- Don’t make PayPal the official vendor for card operations. PayPal is a name I associate with murky and deeply authoritarian agendas such as charter cities in post-coup Honduras and Military Industrial Complex entities such as Palantir. Card operations, like reputation metrics operations, should be open source. Perhaps I misparsed the following sentence: Using Paypal and an OPEN SOURCE Monster.com style platform. I would like both to be open source, not only in the sense of running open source software, but in having open access data as a default assumption, with any exceptions to that principle being in service to personal privacy, and not to business confidentiality, or making the algorithm operate as a black box designed perhaps to produce intelligent or optimal outputs “as if by magic.” Perhaps card operations can be an open platform open to multiple vendors of consumers’ individual choices. If there is to be one official card, I’d be most at peace with the one that the #Occupy movement is working on.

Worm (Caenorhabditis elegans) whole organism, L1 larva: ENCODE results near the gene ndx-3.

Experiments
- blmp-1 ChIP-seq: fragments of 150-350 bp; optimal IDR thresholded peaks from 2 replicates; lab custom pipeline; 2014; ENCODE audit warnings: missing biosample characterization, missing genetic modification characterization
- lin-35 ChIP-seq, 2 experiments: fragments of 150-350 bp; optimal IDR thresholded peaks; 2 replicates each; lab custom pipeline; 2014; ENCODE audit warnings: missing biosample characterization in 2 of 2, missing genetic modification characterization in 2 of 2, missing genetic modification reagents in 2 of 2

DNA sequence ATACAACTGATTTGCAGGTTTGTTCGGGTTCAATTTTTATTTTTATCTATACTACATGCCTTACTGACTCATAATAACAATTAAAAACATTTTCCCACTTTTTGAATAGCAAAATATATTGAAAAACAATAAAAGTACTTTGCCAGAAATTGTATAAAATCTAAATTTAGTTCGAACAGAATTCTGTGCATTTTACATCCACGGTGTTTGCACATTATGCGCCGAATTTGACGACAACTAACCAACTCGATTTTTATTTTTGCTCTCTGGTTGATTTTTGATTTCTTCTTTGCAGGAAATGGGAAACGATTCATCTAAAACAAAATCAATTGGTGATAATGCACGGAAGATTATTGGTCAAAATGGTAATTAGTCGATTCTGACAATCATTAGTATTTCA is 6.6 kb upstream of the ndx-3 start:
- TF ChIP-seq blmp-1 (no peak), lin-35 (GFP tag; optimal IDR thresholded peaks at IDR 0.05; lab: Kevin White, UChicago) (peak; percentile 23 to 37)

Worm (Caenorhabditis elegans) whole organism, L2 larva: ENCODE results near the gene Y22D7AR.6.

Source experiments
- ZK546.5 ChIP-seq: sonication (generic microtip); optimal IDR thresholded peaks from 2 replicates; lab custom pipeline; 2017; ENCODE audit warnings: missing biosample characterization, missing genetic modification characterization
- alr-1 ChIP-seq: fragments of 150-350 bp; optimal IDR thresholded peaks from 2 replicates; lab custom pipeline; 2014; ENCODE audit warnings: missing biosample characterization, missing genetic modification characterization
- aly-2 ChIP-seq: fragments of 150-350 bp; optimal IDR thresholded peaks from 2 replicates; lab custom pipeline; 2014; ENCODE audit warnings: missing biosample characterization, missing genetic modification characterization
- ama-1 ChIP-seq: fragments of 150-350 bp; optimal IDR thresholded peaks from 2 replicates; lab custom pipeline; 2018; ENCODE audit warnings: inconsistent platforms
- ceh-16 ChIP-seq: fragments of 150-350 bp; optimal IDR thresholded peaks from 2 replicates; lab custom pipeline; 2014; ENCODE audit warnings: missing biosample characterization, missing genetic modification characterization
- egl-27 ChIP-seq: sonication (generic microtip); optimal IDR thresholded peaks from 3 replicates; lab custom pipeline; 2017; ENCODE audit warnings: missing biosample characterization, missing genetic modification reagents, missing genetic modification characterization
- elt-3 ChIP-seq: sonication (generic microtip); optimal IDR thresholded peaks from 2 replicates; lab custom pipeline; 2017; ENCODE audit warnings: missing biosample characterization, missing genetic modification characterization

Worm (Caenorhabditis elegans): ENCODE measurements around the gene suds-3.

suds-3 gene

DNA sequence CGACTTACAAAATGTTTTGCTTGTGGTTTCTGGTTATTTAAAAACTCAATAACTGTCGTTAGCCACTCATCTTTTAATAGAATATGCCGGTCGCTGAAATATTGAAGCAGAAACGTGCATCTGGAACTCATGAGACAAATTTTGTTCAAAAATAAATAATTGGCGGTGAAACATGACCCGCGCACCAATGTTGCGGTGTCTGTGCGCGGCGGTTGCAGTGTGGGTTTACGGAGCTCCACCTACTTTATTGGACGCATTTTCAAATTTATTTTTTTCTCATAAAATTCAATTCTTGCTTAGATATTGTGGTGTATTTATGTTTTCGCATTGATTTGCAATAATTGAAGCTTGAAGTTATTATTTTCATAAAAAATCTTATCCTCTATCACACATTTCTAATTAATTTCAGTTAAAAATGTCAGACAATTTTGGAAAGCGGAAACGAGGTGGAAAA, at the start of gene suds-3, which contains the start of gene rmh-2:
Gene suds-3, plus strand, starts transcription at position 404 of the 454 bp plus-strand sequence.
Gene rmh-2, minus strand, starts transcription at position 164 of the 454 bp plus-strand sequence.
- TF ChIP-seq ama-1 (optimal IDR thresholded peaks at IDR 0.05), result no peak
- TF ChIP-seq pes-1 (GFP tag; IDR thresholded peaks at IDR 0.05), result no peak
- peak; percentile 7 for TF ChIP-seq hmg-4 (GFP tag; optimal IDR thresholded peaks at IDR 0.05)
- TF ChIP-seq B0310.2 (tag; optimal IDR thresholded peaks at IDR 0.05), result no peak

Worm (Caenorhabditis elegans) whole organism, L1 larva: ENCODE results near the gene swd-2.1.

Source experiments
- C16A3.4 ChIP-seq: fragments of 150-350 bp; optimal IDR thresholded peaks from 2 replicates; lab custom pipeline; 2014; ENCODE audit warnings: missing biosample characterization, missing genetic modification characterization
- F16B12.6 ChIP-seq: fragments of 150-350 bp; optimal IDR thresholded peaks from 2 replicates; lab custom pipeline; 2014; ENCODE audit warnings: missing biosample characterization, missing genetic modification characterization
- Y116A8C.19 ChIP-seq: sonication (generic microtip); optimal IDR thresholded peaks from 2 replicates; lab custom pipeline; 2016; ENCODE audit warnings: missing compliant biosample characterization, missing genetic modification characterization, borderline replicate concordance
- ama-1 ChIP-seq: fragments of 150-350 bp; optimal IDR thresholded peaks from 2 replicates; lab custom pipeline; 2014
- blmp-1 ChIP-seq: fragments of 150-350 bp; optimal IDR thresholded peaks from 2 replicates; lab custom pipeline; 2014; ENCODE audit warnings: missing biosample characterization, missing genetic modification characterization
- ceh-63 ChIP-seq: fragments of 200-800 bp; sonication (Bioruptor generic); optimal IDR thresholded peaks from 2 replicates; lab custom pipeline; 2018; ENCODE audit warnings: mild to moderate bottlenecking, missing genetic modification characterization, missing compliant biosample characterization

- Moving specifically to the open source version of monster.com—in addition to the requirements that employers provide proof of identity (hopefully not just to the system but to the users of the system and ultimately the public) and accurate job descriptions, I would lobby for a stipulation that participation in the artificially cheap (from the employer side) labor market requires ALL employment openings in a participating company be posted in the database. No “unadvertised job openings.” This, I think, would do far more to prevent nepotism (and its virtual equivalent, the disgusting necessity of “networking”) than even draconian enforcement of the proposed “no relatives/cohabitants” rule.